Adam Ulery: [26:12] Yeah. Thanks a lot, Dan, for having me on always fun, uh, in partying, I I’d like to encourage any leaders out there to do some introspection, some, some self-study and, uh, make yourself aware if you may be following one of the anti-patterns we discussed where you’re too far in the weeds on a regular basis, uh, and think about what you might do to pull yourself up out of that and, um, and start to operate at a more strategic level.

Dan Neumann: [26:43]
Perfect. Thanks for that, Adam. And then we closed most of the podcasts asking what’s on your continuous learning journey. And so I will, uh, I will ask you that.

Adam Ulery: [26:56] Yeah. So, um, lately I have taken to reading this book called sprint how to solve big problems and test new ideas in just five days, it’s by a guy named Jake Knapp, K N A P P. Uh, and it’s, it’s really interesting. It is, um, a design thinking type book. So talking about how to bring ideas to market essentially very quickly by running like some, some, uh, design thinking type spreads. Really interesting.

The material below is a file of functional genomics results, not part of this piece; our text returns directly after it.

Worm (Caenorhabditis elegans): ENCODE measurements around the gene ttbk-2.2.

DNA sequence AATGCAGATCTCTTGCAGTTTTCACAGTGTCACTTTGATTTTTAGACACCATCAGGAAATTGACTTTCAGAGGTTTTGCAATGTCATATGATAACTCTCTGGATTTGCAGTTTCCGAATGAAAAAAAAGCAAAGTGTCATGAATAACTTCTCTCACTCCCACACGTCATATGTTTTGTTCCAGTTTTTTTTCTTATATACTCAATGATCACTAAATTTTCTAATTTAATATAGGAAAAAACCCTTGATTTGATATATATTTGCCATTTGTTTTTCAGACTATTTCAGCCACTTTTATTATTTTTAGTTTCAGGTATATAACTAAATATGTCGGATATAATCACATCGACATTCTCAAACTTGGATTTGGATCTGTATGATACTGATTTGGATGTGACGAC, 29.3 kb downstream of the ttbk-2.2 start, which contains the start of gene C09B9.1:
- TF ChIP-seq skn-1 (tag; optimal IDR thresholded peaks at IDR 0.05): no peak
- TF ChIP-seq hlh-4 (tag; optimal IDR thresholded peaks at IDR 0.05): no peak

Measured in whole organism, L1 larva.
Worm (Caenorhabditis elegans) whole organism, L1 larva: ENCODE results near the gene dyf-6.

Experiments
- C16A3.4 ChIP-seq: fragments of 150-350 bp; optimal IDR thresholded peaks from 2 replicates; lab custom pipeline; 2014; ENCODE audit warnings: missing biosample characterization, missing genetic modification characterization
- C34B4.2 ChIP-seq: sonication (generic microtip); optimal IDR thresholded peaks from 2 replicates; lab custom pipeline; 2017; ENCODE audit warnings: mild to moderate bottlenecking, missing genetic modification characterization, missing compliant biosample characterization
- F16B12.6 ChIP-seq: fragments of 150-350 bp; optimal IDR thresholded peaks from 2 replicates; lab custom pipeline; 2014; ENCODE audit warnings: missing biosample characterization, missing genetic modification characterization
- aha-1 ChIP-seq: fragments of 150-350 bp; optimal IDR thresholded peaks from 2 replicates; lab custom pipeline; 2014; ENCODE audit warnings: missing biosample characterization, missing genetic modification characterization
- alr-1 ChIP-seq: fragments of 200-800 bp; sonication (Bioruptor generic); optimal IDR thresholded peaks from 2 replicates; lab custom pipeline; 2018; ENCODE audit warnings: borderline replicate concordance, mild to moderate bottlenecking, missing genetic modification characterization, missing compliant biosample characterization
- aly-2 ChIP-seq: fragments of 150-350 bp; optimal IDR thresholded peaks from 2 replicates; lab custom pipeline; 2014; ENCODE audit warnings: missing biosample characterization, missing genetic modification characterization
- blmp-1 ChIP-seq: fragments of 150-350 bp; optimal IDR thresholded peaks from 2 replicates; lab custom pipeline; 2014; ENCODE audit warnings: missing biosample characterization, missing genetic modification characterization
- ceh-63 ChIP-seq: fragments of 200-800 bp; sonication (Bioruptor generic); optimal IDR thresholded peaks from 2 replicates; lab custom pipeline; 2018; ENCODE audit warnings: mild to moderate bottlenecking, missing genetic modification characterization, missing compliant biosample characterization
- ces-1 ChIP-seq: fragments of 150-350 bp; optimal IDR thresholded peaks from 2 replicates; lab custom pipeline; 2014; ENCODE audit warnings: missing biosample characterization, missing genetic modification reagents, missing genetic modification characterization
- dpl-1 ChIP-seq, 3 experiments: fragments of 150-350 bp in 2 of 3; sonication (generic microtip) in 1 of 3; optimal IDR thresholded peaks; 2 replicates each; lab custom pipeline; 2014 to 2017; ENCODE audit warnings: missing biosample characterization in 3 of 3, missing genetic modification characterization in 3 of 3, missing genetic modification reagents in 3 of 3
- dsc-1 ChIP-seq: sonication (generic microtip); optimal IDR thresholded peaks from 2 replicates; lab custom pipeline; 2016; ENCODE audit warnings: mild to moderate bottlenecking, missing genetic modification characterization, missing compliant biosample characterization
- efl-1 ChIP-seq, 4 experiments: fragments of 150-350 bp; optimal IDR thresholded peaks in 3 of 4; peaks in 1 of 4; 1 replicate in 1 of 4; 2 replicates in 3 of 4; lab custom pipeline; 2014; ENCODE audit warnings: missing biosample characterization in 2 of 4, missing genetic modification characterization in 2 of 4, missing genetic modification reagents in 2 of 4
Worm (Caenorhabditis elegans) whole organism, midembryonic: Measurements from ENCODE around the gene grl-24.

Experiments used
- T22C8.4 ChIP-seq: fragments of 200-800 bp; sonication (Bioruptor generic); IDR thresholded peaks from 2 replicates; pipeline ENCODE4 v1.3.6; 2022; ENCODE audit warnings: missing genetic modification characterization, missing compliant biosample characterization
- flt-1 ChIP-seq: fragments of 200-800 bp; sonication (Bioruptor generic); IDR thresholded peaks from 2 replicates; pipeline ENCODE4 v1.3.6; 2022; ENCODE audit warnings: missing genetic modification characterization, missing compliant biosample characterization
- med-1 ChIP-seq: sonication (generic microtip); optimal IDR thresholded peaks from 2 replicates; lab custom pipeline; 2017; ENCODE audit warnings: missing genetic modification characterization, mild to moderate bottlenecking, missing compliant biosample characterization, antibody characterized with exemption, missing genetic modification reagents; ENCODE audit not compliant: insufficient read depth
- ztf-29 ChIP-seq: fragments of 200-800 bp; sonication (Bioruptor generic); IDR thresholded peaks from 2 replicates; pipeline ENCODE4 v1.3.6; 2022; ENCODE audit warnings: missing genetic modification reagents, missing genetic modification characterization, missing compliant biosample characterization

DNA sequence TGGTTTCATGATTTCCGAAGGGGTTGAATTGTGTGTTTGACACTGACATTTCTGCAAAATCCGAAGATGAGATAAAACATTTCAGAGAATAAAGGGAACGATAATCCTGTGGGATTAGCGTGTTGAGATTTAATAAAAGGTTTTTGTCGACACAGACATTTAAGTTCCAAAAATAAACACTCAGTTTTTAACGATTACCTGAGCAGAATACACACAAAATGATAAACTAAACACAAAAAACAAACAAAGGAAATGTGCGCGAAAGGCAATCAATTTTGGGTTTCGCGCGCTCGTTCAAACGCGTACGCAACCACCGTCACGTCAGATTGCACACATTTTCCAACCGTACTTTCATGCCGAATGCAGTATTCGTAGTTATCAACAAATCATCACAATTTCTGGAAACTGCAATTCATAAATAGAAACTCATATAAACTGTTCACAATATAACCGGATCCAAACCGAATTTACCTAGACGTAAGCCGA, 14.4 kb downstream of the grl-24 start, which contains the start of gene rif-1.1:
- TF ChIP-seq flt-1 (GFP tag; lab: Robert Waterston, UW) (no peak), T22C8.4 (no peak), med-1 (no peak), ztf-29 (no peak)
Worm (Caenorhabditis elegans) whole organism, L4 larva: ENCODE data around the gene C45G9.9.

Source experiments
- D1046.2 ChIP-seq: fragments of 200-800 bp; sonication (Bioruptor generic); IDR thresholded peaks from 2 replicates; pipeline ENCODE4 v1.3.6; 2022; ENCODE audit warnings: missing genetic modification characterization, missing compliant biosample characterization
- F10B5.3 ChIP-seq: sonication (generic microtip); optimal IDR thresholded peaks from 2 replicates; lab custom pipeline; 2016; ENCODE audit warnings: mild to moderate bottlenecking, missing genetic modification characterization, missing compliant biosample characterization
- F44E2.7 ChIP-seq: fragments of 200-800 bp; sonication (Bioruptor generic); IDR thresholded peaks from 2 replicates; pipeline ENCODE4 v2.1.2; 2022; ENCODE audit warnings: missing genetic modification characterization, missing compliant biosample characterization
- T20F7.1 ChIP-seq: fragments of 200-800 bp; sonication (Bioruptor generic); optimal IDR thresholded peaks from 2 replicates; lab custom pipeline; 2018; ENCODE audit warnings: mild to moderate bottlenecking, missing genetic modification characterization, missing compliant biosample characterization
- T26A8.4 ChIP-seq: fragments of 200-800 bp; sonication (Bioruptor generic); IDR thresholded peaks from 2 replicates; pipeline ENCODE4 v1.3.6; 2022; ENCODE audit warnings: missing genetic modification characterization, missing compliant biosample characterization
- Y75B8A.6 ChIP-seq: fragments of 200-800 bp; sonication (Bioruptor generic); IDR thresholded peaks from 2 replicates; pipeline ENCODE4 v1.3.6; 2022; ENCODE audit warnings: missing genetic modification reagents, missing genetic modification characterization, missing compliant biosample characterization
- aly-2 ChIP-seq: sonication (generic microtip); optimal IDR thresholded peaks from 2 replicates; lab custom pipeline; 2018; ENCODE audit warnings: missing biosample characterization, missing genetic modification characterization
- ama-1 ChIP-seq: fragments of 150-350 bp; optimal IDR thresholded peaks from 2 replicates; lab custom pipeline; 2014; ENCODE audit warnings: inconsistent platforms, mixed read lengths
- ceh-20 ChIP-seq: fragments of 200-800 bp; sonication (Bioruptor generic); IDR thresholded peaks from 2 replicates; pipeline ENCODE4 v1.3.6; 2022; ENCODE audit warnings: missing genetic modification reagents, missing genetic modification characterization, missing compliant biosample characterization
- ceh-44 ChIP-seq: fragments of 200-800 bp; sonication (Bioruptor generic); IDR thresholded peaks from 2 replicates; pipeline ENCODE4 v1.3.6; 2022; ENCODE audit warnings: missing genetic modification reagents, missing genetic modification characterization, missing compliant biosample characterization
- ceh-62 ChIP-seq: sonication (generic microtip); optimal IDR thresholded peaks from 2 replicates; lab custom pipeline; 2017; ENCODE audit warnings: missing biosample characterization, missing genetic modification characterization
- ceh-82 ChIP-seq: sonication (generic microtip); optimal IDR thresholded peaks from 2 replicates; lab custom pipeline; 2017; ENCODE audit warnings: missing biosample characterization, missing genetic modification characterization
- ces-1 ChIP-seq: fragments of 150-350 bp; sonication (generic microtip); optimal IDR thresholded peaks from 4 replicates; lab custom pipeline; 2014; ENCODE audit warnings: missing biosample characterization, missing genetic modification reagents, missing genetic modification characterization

Dan Neumann: [27:33] Oh, interesting. Very cool. I know there’s some design thinking, uh, stuff that came out of what does it stand for D school if I remember, right. And so this might be a nice compliment to some of that exploration we’ve done. Wonderful. Hey, thanks for sharing, Adam. It look forward to having you on and what we’re going to talk about alignment in a future episode. So people will have to stay tuned and look for that one.

Adam Ulery: [27:57] Awesome. Thanks, Dan.

Outro: [28:01]
This has been the Agile Coaches’ Corner podcast brought to you by AgileThought. The views opinions and information expressed in this podcast are solely those of the hosts and the guests, and do not necessarily represent those of AgileThought. Get the show notes and other helpful tips for this episode and other episodes@ at agilethought.com/podcast.